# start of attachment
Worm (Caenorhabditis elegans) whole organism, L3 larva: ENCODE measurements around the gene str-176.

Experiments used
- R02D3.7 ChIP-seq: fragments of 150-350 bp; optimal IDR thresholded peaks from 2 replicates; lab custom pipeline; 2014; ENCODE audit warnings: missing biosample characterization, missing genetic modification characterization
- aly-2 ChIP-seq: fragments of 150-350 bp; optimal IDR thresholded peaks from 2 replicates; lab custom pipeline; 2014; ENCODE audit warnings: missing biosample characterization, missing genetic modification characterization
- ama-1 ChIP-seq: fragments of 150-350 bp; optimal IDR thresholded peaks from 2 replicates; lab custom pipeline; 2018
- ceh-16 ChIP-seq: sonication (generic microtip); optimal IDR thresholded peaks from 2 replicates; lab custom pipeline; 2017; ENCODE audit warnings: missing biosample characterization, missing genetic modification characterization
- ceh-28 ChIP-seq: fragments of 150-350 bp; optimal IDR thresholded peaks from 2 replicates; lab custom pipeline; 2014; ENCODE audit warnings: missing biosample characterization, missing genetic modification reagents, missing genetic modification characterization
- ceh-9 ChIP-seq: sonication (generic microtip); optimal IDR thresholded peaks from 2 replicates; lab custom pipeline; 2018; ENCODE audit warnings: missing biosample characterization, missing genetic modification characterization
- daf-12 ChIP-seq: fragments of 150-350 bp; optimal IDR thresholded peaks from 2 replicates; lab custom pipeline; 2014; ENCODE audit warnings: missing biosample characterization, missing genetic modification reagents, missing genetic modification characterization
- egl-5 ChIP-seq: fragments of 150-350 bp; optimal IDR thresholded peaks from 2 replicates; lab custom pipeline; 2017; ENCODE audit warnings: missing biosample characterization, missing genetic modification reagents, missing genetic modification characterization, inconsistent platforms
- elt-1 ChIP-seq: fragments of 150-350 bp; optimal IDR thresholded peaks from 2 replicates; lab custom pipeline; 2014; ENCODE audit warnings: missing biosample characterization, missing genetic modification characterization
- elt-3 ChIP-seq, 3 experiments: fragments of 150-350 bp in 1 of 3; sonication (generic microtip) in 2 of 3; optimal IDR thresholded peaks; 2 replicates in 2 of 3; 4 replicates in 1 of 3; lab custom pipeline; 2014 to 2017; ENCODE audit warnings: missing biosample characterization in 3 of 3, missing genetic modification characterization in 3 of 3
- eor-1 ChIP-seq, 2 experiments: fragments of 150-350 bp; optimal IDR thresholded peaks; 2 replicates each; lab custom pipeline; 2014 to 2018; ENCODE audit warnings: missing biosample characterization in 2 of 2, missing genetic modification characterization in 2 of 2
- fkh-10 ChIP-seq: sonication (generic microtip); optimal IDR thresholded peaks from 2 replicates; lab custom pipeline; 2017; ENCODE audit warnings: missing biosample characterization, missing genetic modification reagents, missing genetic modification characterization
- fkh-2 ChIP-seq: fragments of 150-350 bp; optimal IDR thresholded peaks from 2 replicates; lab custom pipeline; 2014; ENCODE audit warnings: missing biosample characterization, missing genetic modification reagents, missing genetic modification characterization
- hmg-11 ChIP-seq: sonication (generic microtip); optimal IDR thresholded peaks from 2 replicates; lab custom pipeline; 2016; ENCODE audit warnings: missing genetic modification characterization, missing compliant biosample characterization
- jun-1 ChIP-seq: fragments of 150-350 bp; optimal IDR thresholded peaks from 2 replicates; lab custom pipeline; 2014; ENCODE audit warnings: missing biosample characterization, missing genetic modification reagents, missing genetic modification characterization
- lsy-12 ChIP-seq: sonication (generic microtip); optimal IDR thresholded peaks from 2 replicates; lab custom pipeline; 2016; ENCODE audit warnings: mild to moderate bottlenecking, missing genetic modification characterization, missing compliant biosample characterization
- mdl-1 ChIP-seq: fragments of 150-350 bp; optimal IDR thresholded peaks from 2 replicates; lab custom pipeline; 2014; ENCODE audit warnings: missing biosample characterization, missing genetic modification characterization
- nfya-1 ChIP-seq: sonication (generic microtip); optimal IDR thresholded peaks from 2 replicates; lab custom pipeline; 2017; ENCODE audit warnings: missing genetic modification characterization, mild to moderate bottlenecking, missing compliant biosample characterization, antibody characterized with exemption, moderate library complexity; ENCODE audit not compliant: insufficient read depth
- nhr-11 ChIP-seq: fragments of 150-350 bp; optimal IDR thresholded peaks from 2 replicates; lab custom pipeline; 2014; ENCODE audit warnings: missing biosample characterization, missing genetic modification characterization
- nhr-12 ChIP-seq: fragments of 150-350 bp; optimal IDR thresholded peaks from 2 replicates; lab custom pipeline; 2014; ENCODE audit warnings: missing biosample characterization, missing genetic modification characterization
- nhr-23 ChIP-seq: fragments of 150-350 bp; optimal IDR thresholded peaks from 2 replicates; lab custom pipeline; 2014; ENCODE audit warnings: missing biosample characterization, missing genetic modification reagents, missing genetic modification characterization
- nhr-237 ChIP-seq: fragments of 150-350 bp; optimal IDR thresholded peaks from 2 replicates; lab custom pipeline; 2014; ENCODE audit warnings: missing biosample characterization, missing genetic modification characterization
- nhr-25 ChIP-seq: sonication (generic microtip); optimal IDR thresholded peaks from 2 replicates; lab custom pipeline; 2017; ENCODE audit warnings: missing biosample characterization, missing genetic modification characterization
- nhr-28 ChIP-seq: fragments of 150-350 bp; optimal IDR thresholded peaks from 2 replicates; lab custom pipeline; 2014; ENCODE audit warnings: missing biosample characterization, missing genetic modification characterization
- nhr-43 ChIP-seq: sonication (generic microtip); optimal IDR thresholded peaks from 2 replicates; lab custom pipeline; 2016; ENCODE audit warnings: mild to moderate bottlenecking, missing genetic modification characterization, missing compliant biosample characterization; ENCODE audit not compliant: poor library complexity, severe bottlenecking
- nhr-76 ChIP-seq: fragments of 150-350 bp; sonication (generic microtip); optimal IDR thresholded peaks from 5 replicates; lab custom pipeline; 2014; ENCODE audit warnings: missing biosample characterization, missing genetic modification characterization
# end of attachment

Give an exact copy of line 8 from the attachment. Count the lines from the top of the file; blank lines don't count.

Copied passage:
- ceh-9 ChIP-seq: sonication (generic microtip); optimal IDR thresholded peaks from 2 replicates; lab custom pipeline; 2018; ENCODE audit warnings: missing biosample characterization, missing genetic modification characterization